|Matthew Stockman / Getty Images|
|Falcons running back Michael Turner is one of the league's toughest players to take down.|
It wasn't that Smith doubted Elam's ability to hit a chip-shot field goal. After all, the Falcons were facing a fourth-and-goal from the 1-yard line. But nursing a three-point lead after watching the Carolina Panthers turn a 17-0 deficit into a 24-21 Falcons advantage, Smith decided Atlanta could not settle for a field goal. Instead, he preferred to put the ball in the hands of running back Michael Turner, who had been having his way with Carolina's defense.
"That was a real easy decision," Smith said. "We felt like we'd be able to punch it in. I really felt we had no other choice but to do it. Three points for a field goal gives us a six-point lead. I felt like we needed to score a touchdown."
Turner rewarded his coach with a 1-yard touchdown run -- the third of a career-high four touchdowns in Atlanta's 45-28 win over division-leading Carolina at the Georgia Dome.
"It was just an attitude thing," said Turner. "Carolina had a little momentum. We had to try to counter that. It was an attitude thing. Go in there and punch it in and try to put them away."
Smith's call did more than give the Falcons a 10-point cushion against their division rival. It reinforced his faith in Turner, a former backup to LaDainian Tomlinson in San Diego, whose emergence this season is just as much responsible for Atlanta's 7-4 record as the play of Rookie of the Year front-runner Matt Ryan.
"Coach put it in our hands to go ahead and get the job done," Turner said of Smith's call. "I figured it'd be a run play to me, you know, but it shows great confidence in our O-line and also in me to get the job done."
With 117 yards on Sunday, Turner increased his rushing total to 1,088, moving him into third behind Clinton Portis (1,206) and Adrian Peterson (1,180) and marking the first time Turner has gone over 1,000 yards in his five-year career.
With a league-leading 13 touchdowns to go with his yardage total, Turner is putting together a season worthy of Pro Bowl consideration.
"It would be an honor to be voted into the Pro Bowl," said Turner. "It wasn't one of my goals. My approach was to just go in and do my job and do it the best I can and let all the other stuff happen."
Following last weekend's performance, in which he tied T.J. Duckett for the Falcons franchise record for rushing touchdowns in a game, Turner now has four multiple-touchdown games and five 100-yard performances on his resume, including 220 yards and two touchdowns vs. Detroit in Week 1 and 104 yards and three touchdowns vs. Kansas City in Week 3.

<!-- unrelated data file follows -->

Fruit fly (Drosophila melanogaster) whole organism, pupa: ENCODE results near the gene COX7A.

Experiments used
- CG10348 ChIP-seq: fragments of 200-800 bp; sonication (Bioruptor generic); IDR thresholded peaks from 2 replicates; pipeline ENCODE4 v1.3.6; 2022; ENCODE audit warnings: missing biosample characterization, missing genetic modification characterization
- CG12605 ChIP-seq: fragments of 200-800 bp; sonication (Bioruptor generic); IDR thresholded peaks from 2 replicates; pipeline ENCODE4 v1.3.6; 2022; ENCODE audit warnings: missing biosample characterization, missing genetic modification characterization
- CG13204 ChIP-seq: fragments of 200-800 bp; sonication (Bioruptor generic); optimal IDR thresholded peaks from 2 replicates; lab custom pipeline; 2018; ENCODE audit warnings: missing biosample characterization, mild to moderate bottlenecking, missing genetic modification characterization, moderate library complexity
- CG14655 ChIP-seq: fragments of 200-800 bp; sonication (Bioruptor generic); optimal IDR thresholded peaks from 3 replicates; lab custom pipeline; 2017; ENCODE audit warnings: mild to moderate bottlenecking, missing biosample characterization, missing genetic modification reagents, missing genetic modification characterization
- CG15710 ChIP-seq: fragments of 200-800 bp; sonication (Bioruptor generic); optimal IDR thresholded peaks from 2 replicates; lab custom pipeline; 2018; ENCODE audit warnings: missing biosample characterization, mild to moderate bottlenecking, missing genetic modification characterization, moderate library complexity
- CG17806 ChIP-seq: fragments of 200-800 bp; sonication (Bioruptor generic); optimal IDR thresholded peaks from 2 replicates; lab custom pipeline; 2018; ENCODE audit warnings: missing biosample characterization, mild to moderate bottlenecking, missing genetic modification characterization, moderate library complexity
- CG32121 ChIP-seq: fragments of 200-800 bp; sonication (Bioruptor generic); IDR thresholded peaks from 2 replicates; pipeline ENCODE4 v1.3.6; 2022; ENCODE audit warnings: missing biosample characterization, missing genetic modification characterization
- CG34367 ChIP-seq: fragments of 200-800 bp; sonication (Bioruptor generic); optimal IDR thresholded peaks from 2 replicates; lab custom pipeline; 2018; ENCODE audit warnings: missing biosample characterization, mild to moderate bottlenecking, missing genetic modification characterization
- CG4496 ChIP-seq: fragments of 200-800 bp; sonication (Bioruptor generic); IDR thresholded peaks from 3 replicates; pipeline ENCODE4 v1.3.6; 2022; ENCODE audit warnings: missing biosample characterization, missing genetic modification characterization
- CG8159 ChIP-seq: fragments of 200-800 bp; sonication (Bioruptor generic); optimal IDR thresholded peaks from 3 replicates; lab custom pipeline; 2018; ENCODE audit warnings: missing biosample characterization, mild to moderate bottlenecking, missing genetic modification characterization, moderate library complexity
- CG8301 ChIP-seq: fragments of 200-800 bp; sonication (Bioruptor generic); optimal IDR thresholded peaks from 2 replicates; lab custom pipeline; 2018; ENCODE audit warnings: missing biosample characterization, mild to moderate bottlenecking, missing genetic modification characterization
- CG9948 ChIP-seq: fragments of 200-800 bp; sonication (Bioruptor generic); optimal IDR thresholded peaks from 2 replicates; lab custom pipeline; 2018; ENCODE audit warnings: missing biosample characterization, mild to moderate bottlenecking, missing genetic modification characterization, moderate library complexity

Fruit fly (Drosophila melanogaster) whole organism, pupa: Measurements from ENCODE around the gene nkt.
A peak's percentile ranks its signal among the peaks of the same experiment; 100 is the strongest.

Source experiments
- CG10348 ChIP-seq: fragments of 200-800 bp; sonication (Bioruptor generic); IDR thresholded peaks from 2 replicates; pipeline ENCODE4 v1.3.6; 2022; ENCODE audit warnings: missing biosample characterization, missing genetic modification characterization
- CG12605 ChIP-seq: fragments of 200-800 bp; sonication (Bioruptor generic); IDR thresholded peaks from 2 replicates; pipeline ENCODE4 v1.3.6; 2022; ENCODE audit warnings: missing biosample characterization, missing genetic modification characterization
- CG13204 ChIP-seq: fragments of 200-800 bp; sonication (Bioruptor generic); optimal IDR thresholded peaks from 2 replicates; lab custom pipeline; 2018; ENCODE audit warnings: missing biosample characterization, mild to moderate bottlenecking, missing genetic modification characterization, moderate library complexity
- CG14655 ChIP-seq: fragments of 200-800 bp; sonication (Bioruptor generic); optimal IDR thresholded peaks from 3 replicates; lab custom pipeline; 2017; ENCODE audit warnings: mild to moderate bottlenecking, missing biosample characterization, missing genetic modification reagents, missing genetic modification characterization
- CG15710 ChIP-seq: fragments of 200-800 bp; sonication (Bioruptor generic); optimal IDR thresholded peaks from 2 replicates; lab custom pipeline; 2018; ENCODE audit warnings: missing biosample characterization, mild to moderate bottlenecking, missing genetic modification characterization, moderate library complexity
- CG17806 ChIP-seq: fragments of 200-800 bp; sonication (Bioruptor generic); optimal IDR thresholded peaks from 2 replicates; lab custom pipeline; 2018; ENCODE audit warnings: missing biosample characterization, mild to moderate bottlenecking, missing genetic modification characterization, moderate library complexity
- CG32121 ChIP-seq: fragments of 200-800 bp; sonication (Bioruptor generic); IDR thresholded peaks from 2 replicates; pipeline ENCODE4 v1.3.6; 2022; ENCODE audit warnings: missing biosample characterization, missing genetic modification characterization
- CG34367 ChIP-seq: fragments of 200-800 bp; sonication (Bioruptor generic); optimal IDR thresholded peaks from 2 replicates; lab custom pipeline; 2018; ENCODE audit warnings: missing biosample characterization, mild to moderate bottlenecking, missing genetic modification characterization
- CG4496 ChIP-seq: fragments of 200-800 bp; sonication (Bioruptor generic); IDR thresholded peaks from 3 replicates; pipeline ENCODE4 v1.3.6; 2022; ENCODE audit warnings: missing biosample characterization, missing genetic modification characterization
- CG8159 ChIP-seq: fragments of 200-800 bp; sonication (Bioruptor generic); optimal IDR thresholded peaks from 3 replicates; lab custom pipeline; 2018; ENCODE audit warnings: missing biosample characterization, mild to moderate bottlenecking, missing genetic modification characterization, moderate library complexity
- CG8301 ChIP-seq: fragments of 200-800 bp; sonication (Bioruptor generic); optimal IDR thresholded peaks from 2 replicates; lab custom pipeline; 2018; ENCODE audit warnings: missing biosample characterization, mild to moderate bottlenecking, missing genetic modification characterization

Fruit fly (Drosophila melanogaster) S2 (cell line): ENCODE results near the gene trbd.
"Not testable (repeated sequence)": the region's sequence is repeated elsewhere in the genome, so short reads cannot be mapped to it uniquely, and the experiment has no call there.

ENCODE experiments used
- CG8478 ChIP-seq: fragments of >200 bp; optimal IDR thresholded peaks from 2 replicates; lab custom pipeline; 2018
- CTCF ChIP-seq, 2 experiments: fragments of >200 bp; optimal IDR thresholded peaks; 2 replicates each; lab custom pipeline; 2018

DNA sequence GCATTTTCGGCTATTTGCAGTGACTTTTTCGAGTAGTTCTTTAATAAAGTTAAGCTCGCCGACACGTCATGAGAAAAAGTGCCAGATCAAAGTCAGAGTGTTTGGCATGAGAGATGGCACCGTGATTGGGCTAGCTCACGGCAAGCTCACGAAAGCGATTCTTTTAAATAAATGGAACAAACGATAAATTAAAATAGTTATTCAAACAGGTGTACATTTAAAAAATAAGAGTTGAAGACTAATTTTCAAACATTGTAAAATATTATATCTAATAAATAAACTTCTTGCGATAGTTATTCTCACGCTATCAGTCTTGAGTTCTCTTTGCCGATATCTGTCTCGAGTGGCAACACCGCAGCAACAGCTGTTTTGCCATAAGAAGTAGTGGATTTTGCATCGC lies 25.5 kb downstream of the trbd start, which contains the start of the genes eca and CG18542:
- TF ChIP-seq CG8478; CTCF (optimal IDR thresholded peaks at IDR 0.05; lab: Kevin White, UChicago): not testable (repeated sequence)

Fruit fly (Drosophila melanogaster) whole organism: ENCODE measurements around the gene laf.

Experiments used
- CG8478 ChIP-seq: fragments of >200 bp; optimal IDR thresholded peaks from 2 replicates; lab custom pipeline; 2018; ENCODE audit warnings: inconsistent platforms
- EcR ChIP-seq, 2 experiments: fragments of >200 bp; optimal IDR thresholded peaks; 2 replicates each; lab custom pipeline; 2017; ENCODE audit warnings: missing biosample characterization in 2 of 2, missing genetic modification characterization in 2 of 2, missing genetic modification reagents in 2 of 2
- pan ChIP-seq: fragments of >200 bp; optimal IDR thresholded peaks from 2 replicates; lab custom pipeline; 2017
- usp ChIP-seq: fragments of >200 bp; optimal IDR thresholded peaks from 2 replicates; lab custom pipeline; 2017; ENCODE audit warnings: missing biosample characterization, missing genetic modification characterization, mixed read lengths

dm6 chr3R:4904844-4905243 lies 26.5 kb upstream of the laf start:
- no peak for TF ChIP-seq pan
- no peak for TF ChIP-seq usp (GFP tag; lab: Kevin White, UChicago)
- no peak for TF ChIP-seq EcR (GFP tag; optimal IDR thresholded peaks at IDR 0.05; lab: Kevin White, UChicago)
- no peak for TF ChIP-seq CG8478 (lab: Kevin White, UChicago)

Making Turner's list of accomplishments even more impressive is the fact that prior to this season -- his first in Atlanta -- Turner never totaled more than 502 yards or three touchdowns in a season. In fact, before this year, Turner had started just one game and that was back in his rookie season in 2004.
Yet, Turner has shown no signs of slowing down despite a league-leading 251 rushing attempts. Through 11 games, he's on pace to carry the ball over 365 times -- more carries than any running back recorded in 2007.
"He continues to run hard from the first quarter through the fourth quarter," said Ryan. "He's tough to bring down."
Ryan has a front-row seat to Turner's exploits, but don't just take his word for it. The 5-10, 244-pound Turner has recorded the most broken tackles (27) and yards after contact (563) in the league, proving harder to take down than the likes of Adrian Peterson, Marion Barber and Brandon Jacobs.
Next Sunday, Turner returns to San Diego, where, against his former team, he has a chance to pass former Falcons RB Jamal Anderson's franchise record of 14 touchdowns, set in 1998.
"When I was in San Diego the guys were always talking like, 'I can't wait till you go to another team and we play against you,' and things like that," said Turner. "It's just friendly trash talk, you know, it's going to be a fun game."